Photographic journey through the Mediterranean
IGNACIO MIGUÉLIZ VALCARLOS
Chair OF NAVARRESE HERITAGE AND ART
An interesting collection of photographs from the early 20th century is kept in a private collection in Pamplona, which we are making accessible with this virtual exhibition , incorporating it into the public collection of this art in Navarre. This collection is made up of 128 images, of which we show only a selection of 50. The shots show an interesting photographic report of a pilgrimage journey around the Mediterranean at the beginning of the 20th century. Through these photographs we can see the pathway that took them to the current Greece, Turkey, Cyprus, Israel, Egypt and Italy, making stopovers that allowed the travellers to visit different towns and places. These photographs were taken by amateur photographers during the course of the voyage and were later compiled, making it one of the first and most complete examples of amateur photography in Navarre.
The pathway of this trip was conceived as a tour of the eastern Mediterranean, combining a dual purpose: on the one hand, tourism and, on the other, religion. From the ���ptic of the former, travelers had the opportunity to get to know distant cities and places such as Athens, Istanbul, Patmos, Rhodes, Cyprus, the towns of the Holy Land or Cairo, as well as western cities that were already part of their visual and cultural baggage, such as Naples, Rome or Venice; while from the point of view of the second, that of pilgrimage, they traveled to towns linked to sacred history that were part of the Christian mythical imaginary, goal main part of the trip. Thus, not only did they visit places such as Haifa, the Carmel and Tabor mountains, Nazareth, the Sea of Galilee, Jaffa, Bethlehem and Jerusalem, but also the different religious landmarks linked to the biblical tradition that were located in these towns. Both options were mixed in solution of continuity, the tourist visits to unknown cities were combined with the religious link that many of these populations had.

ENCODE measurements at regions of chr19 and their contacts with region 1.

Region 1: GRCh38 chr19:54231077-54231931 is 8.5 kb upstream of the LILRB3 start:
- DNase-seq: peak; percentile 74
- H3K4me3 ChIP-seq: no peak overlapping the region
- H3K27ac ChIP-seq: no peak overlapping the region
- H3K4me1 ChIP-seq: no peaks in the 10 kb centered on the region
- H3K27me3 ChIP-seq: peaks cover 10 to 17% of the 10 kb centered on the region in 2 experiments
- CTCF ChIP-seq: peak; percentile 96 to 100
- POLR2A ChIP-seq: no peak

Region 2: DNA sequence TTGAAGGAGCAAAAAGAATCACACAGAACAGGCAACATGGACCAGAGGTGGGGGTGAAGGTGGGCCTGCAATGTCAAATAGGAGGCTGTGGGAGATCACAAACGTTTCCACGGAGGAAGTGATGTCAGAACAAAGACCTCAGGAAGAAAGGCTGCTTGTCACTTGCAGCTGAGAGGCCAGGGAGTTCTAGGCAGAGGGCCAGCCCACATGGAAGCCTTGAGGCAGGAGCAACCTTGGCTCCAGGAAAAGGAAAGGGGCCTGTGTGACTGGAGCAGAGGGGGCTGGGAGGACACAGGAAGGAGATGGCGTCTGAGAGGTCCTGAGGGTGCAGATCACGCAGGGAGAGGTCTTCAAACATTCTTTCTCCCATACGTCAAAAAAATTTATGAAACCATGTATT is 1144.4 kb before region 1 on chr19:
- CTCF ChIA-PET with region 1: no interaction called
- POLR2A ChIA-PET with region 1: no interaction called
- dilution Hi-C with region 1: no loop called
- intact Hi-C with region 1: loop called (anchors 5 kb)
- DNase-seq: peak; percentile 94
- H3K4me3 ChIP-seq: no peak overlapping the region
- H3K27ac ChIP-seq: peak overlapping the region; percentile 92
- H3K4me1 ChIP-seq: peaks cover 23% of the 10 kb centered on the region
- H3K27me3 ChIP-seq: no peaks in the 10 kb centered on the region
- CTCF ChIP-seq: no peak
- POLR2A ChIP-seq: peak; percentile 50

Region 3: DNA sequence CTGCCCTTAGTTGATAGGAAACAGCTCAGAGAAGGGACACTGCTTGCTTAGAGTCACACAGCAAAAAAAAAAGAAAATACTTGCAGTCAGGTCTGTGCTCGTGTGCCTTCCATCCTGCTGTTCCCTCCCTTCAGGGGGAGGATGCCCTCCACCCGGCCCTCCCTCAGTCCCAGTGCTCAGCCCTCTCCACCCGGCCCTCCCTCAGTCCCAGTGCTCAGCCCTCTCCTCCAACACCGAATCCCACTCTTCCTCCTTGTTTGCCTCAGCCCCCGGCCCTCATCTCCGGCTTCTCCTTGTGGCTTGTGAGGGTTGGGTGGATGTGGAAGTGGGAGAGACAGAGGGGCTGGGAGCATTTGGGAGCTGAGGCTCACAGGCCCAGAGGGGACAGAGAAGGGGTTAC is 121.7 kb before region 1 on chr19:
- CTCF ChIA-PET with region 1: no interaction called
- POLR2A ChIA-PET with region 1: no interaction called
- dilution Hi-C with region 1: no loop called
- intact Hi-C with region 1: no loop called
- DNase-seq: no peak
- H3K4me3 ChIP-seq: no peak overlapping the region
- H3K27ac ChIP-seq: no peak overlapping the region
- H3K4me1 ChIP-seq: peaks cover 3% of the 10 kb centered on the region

The trip enjoyed every possible comfort, being made by boat, which also served as a place to stay at accommodation , except at certain points along the route, when longer stays were planned in certain towns, such as Jerusalem or Cairo, where the travellers stayed in hotels. During the journey, several travellers, equipped with cameras, took photographs of the places they visited: images of the landscapes they travelled through, of the cities they visited, with urban views and monuments, or ethnographic images, portraying the inhabitants of these countries and cities, many of them reflecting the exoticism that all these places and people meant to these travellers.
The preserved images are positive photographs in stereoscopic format on dry gelatin-bromide plates. The images are anonymous, as they were taken by different participants in the voyage, subsequently collected on the ship and, once the copies had been developed, made available to those travellers who wished to have a souvenir of the voyage they had made. In fact, these photographs were projected on the ship to liven up the sea crossings and the nights on board. This is where the compiler of this series comes into play, who, although he was not the author of the series, gave it a special vision by selecting certain photographs to the detriment of others. In this way, and as if it were a travel album in vogue throughout the 19th century, our collector put together a series of photographs that interested him and that reflected the journey he had made, that reminded him of the trip or the places he had visited. It should not be forgotten that for the mind of a man from Pamplona at the beginning of the century, all these images would be totally new and exotic visions, never seen before.